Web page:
...with love all things are possible

Believe ...

Believe ...

Wednesday, 30 November 2011

Bonfire with Dad-Dad

                 “Shall I throw more moss on the bond-fire?” Nicky asks, his little face serious, intent on the job he’s doing.
                  “OK, just do it carefully,” says Dad-Dad, sighing; this has to be the 20th time Nicky’s asked the same question.
                  Nicky pushes his sleeves back, takes a deep and serious breath which he releases through his teeth as he chooses the piece he wants from the pile.  Solemnly he carries it over to the bonfire in outstretched arms, taking sturdy steps.
                  “I’m helping keep the flames back, aren’t I?” he looks over his shoulder, nodding and making the curls on his head bounce. “This is important work.” With respect he stares at the fire whilst he throws in his handful of moss, careful to keep his feet on the invisible mark Dad-Dad has pointed out.
                  “Dad-Dad, can I stand a little closer?”
                  “Should I watch from here?”
                  “Yes, don’t go any nearer than that.”
                  “Why not?”
                  “Because the fire’s hot, Nicky.”
                  “Why is the fire hot?”
                  “Because it’s burning the dead leaves and branches.”
                  “Is that why it crackles, Dad-Dad?” Nicky bends down and selects a twig from the ground.
                  “I guess so.”
                  “What makes the crackles?”
                  “I think it’s the branches when they snap in the flames, Nicky.”
                  “Why aren’t you sure?” Nicky asks, inspecting the details on his twig, without losing a moment of the bonfire or the conversation.
                  “Because … um let me see … because, I don’t really know.”
                  “Why don’t you know?”
                  Dad-Dad is losing his patience.  As Dad-Dad turns, Nicky flings his twig into the fire, poker-faced.  He is stands watching the flames hands on hips, his chubby little feet slightly apart.  The silence seems to startle him and Nicky turns to meet Dad-Dad’s baffled gaze with a sharp questioning look.  A little furrow begins to form in his brow where his annoyance always shows first.
                  “But, why don’t you know Dad-Dad?”
                  “I – er, I just don’t know Nicky.”
                  “But why?
                  “Look Nicky, I have no more answers in my head right now, can we have a little break?”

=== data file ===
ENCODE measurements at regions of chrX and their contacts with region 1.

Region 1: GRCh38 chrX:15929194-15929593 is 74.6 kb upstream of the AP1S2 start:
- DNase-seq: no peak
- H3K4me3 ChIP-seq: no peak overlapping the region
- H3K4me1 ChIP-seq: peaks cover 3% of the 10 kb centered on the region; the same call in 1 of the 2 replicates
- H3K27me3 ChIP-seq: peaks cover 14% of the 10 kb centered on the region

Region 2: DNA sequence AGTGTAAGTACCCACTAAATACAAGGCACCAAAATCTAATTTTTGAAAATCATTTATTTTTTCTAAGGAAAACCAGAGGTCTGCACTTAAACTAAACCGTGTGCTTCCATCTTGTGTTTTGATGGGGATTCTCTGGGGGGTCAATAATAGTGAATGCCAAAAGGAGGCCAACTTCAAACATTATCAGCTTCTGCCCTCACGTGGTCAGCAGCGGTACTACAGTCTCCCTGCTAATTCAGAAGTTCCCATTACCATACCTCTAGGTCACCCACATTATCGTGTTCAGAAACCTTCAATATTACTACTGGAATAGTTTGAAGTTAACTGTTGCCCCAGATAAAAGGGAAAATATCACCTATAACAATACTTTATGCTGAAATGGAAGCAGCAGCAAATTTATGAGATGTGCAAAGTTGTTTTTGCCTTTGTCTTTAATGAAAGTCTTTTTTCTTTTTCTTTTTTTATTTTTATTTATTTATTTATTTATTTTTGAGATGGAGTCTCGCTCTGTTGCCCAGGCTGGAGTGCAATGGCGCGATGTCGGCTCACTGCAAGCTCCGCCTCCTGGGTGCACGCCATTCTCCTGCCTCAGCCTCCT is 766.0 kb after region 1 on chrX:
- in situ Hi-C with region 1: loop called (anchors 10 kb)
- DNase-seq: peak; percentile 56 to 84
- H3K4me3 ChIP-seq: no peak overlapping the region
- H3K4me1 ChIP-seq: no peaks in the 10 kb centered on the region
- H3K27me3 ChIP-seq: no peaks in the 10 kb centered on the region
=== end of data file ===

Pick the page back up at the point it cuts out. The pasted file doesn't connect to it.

“Why? Did your head get empty?” Worried, Nicky glances around the area where Dad-Dad has been working.
                  “Yes, that’s right.  It got empty.  Maybe in ten minutes or so something will pop back in again.  Who knows.”
                  “Oh.” Nicky’s shoulders sag a little and he stares at the ground shoving his hands in his pockets.
                  “Run along now Nicky, go inside and find Mum-Mum.”
                  Nicky’s eyes light up, he pulls his hands from his pockets and looks hopefully at his grandfather. “Do you think she’ll have some answers in her head, Dad-Dad?”
                  “Yes, Nicky, I’m sure she will,” grins Dad-Dad, a naughty twinkle in his blue eyes.
                  Without a backward glance, Nicky kicks open the garden gate and runs off to find his grandmother.

Tuesday, 29 November 2011

Three green apples

Photo by Jackie Richards

Three green apples on the trampoline
Early one morning
When London was asleep.

Three green apples standing in a row,
When no one was watching
Thought they’d have go.

“You go first then,” Middle said to Babe.
“No, let One-Eye first,” he
Squeaked a little scared.

“Fine!  I’ll be first to go,” he said with confidence,
But that’s when she came out
And snapped this pic instead.

Friday, 25 November 2011

Pita Bread - doing it better


    I need to stick around my sisters a whole lot more, for many different reasons.  But the reason today, is because they know so much more about food and interesting ingredients than I do.

    Being just a foolish “look-and-cook” person, I never really pay much attention to recipes and cookbooks.  I sort of throw thing together on a wing and a prayer – the faster the better – and make do with whatever comes out.